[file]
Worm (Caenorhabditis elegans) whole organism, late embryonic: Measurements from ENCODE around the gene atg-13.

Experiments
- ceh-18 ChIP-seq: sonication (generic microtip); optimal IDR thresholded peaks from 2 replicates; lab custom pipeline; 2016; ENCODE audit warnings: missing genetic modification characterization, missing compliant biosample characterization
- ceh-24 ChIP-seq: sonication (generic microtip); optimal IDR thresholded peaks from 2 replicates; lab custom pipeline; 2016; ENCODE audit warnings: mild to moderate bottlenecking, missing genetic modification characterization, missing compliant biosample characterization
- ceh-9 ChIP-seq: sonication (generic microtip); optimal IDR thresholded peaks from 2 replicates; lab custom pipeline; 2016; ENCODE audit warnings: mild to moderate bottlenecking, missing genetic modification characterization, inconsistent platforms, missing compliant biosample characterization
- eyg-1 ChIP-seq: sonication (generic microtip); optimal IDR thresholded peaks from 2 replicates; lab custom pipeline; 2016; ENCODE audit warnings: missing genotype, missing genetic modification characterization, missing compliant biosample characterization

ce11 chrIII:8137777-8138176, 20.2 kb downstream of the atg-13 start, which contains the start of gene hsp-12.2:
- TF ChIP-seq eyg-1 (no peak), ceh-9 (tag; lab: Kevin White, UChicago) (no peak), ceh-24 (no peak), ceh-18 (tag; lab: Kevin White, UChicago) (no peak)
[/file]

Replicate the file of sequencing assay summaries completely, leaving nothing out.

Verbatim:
Worm (Caenorhabditis elegans) whole organism, late embryonic: Measurements from ENCODE around the gene atg-13.

Experiments
- ceh-18 ChIP-seq: sonication (generic microtip); optimal IDR thresholded peaks from 2 replicates; lab custom pipeline; 2016; ENCODE audit warnings: missing genetic modification characterization, missing compliant biosample characterization
- ceh-24 ChIP-seq: sonication (generic microtip); optimal IDR thresholded peaks from 2 replicates; lab custom pipeline; 2016; ENCODE audit warnings: mild to moderate bottlenecking, missing genetic modification characterization, missing compliant biosample characterization
- ceh-9 ChIP-seq: sonication (generic microtip); optimal IDR thresholded peaks from 2 replicates; lab custom pipeline; 2016; ENCODE audit warnings: mild to moderate bottlenecking, missing genetic modification characterization, inconsistent platforms, missing compliant biosample characterization
- eyg-1 ChIP-seq: sonication (generic microtip); optimal IDR thresholded peaks from 2 replicates; lab custom pipeline; 2016; ENCODE audit warnings: missing genotype, missing genetic modification characterization, missing compliant biosample characterization

ce11 chrIII:8137777-8138176, 20.2 kb downstream of the atg-13 start, which contains the start of gene hsp-12.2:
- TF ChIP-seq eyg-1 (no peak), ceh-9 (tag; lab: Kevin White, UChicago) (no peak), ceh-24 (no peak), ceh-18 (tag; lab: Kevin White, UChicago) (no peak)